Review: Strikey Sisters (Switch)

A more adventurous take on the block breaking genre.

By Andy Hoover. Posted 03/07/2019 06:45 Comment on this     ShareThis
The Final Grade
grade/score info
1-Up Mushroom for...
Well executed genre mix; great retro visuals and soundtrack; enjoyable gameplay
Poison Mushroom for...
A few imbalances in gameplay; some annoying writing and voice acting

Sometimes, one can’t help but wonder what the world was like before someone decided to combine peanut butter and jelly, or peanut butter and chocolate. Now we are fully aware of these magnificent mixes, but there was a time when we were tragically ignorant. DYA Games’ Strikey Sisters might have struck upon another brilliant combination of two great concepts: the block breaking gameplay of the likes of Breakout and Arkanoid, and action-adventure games of the 16-bit generation.

The first of hint of the game’s hybrid nature is the fact it has a story, albeit a rather simple one. Players assume the role of one of two sisters, or both if you are playing co-op, who are traveling around a monster-filled world as they chase down the villain who stole their beloved pet. The writing is far from serious and generally casts the monsters as sympathetic compared to the arrogant, often bumbling nature of the sisters, but it generally remains entertaining even if some of the jokes don’t always land. This set up also gives an excuse to implement an SNES style map that divides the world into a number of themed areas and helps sell the sense of adventure and progression. It also gives you some freedom to tackle sets of stages in whatever order you like.

Once you select your level, you get to experience the real ingenuity at play. Instead of merely controlling a paddle traversing the bottom of the screen, you control one of the sisters, instead. Of course, you’ll need to break the stage’s bricks in order to proceed, but instead of merely trying to bounce your ball back into play, you can swing a sword to increase its velocity and better control its direction. You can even charge your attack to give the ball more oomph! And there are more than bricks to worry about as monsters also roam the stages and continue to respawn until all the bricks are broken. There are actually a very wide variety of foes with unique attacks and characteristics, such as only being vulnerable from behind or turning invisible. Being hit by their attacks or failing to return the ball into play will result in losing a hit point, so you need to keep track of both your ball and the baddies if you want to win. Also, defeating baddies releases a variety of power ups and spells that make your task much easier, faster, and more fun.

Every few stages you’ll be forced into a boss battle which often serve as some of the game’s best and worst moments. Bosses feature large health bars that you’ll need to chip away at with your ball, spells picked up from enemies, and attacks reflected back with your charged up attack. Like the standard enemies, each boss features a unique look and attacks so they never feel repetitive or uninteresting. However, a few of the foes seem to be relatively poorly balanced thanks to certain attacks that are either far too difficult to avoid or can’t be canceled out with a well-timed hit of the ball or your sword. While most bosses avoid these issues, the ones that do are major annoyances and will probably warrant turning the difficulty down for many, even if just temporarily.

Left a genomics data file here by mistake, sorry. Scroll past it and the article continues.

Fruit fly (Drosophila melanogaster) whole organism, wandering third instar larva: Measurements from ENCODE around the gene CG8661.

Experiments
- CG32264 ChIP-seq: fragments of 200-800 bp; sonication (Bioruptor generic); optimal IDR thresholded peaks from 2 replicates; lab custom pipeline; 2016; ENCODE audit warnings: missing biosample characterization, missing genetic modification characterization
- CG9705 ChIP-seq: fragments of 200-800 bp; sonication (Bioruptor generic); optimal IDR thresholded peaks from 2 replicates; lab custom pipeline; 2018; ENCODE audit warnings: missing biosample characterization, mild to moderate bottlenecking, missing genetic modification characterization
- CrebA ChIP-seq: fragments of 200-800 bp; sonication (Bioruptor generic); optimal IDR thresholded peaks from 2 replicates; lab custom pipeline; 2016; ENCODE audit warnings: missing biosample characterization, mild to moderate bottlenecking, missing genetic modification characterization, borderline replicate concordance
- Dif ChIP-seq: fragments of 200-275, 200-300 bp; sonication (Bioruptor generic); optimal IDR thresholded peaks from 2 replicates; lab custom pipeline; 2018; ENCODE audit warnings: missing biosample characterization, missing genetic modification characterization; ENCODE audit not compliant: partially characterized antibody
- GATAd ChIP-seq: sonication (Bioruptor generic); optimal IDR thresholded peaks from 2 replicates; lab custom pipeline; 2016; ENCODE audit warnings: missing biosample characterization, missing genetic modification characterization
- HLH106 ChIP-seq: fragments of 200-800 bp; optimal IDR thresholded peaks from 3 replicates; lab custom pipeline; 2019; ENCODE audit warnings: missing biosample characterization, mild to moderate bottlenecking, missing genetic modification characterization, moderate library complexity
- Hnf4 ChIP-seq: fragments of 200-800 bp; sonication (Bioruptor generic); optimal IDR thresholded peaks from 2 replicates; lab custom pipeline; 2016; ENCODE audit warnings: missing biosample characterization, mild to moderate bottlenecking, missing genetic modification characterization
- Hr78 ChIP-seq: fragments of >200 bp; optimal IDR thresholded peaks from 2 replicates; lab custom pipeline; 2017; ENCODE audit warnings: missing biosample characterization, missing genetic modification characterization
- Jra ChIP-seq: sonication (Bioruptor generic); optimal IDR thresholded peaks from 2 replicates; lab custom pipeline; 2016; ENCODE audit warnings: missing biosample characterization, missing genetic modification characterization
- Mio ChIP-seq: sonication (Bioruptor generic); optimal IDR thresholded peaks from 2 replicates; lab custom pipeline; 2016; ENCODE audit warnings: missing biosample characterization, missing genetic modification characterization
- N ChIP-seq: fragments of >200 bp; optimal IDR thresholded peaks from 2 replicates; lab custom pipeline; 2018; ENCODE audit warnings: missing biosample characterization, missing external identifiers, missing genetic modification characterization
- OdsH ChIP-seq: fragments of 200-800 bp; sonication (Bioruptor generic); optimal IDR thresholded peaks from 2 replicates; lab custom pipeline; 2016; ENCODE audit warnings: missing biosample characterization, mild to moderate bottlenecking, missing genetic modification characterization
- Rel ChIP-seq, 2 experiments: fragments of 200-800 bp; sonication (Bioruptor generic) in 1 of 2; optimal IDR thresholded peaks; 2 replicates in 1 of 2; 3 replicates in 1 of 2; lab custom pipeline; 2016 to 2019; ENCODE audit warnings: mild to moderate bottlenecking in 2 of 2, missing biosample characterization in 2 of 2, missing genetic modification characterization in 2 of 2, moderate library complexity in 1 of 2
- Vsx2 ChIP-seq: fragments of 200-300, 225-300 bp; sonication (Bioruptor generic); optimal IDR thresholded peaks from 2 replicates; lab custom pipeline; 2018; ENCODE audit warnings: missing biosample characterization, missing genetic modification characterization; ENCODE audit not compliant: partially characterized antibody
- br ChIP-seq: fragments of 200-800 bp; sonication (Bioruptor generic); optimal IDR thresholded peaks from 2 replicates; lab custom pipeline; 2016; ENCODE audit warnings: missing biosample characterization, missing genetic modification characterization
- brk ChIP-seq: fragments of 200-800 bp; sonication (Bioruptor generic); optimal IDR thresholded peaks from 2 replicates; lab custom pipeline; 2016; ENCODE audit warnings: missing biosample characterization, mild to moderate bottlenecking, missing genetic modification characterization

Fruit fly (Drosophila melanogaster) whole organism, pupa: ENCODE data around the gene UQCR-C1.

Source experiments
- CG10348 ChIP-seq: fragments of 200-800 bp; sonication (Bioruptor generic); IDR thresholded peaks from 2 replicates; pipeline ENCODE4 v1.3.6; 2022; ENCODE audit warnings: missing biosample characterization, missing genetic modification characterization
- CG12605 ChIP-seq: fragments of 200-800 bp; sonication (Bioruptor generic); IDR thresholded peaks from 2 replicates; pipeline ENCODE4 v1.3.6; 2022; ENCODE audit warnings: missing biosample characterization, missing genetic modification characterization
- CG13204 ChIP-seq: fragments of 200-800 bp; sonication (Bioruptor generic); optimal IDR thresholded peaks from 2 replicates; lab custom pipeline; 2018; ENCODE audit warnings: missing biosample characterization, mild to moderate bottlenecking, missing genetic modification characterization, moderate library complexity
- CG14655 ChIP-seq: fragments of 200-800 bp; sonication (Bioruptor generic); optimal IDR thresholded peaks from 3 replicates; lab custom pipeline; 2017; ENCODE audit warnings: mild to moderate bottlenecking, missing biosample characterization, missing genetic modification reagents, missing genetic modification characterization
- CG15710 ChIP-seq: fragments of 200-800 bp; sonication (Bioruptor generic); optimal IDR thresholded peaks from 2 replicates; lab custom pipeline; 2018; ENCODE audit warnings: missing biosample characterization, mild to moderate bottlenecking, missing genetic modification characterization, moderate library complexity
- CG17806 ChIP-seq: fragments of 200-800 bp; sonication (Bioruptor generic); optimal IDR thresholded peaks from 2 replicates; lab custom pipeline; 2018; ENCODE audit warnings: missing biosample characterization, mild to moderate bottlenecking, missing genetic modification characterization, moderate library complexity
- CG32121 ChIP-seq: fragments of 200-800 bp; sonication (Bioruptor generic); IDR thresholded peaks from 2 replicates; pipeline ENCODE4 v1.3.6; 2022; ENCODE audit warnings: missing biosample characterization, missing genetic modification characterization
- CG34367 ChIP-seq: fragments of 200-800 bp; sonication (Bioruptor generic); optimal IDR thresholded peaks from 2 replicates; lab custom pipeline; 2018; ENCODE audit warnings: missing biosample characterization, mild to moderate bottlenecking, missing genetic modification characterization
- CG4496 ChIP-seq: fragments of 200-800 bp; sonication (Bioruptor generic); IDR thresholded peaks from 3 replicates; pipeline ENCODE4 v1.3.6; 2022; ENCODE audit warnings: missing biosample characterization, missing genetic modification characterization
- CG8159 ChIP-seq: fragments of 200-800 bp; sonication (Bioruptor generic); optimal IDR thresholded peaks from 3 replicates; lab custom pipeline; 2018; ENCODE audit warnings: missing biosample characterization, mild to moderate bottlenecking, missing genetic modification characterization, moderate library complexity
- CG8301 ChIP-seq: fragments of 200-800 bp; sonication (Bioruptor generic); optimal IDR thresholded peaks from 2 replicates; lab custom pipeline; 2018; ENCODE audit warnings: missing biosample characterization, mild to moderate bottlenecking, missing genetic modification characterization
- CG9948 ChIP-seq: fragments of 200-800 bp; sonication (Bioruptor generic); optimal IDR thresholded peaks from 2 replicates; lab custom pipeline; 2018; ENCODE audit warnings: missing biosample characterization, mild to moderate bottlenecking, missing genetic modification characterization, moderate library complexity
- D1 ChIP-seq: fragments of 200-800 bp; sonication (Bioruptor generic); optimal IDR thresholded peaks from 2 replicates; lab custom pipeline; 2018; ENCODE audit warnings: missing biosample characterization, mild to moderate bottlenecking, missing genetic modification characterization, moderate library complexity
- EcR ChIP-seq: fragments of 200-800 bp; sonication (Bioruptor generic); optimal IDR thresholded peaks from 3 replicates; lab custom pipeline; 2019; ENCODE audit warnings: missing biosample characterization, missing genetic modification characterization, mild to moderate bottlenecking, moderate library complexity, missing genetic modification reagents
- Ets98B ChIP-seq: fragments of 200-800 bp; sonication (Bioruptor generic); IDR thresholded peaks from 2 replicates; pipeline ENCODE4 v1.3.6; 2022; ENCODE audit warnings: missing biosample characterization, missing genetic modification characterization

The other issues that might affect your fun is just the random nature of the game. Whether it be one of the aforementioned bosses or an instance where the timing or placement of an enemy attack makes hitting the ball without taking damage entirely impossible, sometimes the game can just feel unlucky and unfair. Generally these sorts of issues are primarily reserved to certain stages or enemy types, but it still shows at least a minor oversight in design and attention to detail.


Strikey Sisters is a visual feast for fans of 16-bit aesthetics. While this particular style has been quite popular among indie developers recently, this particular game just feels more accurate than many others. Whether it’s the pixel perfect sprites or the retro anime-style art of the overall design, the game just oozes the charm of early 90s Japanese action-adventure games. The music also achieves this effect brilliantly, even if the voice acting betrays its more modern origins. In fact, I think it might be better to turn off the voice acting because, while it’s never truly bad, there are some occasionally annoying deliveries of certain lines and jokes.

Strikey Sisters really feels like a game that should have been released 25 years ago, both in its unique blend of classic genres and its almost era perfect presentation. It really makes you wonder how it took people this long to make a brick breaking game like this. While this combination is plenty of fun, there are still a few gameplay mechanics that could use a little more polish and balancing to perfect the recipe. Still, it will likely deliver a lot of enjoyment for just about anybody who enjoys clever gameplay or well executed retro design ideas.

Nintendojo was provided a copy of this game for review by a third party, though that does not affect our recommendation. For every review, Nintendojo uses a standard criteria.

Leave a Reply

You must be logged in to post a comment.

Log In 0 points Log in or register to grow your Ninja Score while interacting with our site.
Nintendojo's RSS Feeds

All Updates Podcast
News Comments
Like and follow usFacebookTwitter Friend Code Exchange + Game with Us Join the Team!